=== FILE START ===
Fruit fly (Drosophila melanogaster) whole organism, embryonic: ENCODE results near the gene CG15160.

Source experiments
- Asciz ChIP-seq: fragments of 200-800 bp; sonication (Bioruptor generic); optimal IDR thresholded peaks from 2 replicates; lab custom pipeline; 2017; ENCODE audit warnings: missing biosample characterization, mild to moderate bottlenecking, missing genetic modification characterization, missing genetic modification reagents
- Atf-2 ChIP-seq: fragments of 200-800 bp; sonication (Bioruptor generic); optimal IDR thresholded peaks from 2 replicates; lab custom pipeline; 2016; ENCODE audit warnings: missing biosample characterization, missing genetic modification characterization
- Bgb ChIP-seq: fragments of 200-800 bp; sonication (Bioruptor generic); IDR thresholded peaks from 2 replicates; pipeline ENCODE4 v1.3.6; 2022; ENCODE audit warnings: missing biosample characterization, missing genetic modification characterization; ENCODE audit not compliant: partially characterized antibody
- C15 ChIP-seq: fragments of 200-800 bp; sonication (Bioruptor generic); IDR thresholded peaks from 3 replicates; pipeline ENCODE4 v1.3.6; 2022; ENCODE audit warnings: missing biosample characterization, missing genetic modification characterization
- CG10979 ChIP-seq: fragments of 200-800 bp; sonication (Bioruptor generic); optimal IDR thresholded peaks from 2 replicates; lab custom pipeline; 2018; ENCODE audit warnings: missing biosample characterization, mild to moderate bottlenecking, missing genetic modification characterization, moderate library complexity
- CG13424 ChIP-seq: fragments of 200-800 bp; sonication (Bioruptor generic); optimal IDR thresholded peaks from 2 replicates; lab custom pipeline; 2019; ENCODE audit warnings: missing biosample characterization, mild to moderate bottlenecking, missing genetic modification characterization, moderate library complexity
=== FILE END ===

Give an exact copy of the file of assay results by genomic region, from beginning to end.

Fruit fly (Drosophila melanogaster) whole organism, embryonic: ENCODE results near the gene CG15160.

Source experiments
- Asciz ChIP-seq: fragments of 200-800 bp; sonication (Bioruptor generic); optimal IDR thresholded peaks from 2 replicates; lab custom pipeline; 2017; ENCODE audit warnings: missing biosample characterization, mild to moderate bottlenecking, missing genetic modification characterization, missing genetic modification reagents
- Atf-2 ChIP-seq: fragments of 200-800 bp; sonication (Bioruptor generic); optimal IDR thresholded peaks from 2 replicates; lab custom pipeline; 2016; ENCODE audit warnings: missing biosample characterization, missing genetic modification characterization
- Bgb ChIP-seq: fragments of 200-800 bp; sonication (Bioruptor generic); IDR thresholded peaks from 2 replicates; pipeline ENCODE4 v1.3.6; 2022; ENCODE audit warnings: missing biosample characterization, missing genetic modification characterization; ENCODE audit not compliant: partially characterized antibody
- C15 ChIP-seq: fragments of 200-800 bp; sonication (Bioruptor generic); IDR thresholded peaks from 3 replicates; pipeline ENCODE4 v1.3.6; 2022; ENCODE audit warnings: missing biosample characterization, missing genetic modification characterization
- CG10979 ChIP-seq: fragments of 200-800 bp; sonication (Bioruptor generic); optimal IDR thresholded peaks from 2 replicates; lab custom pipeline; 2018; ENCODE audit warnings: missing biosample characterization, mild to moderate bottlenecking, missing genetic modification characterization, moderate library complexity
- CG13424 ChIP-seq: fragments of 200-800 bp; sonication (Bioruptor generic); optimal IDR thresholded peaks from 2 replicates; lab custom pipeline; 2019; ENCODE audit warnings: missing biosample characterization, mild to moderate bottlenecking, missing genetic modification characterization, moderate library complexity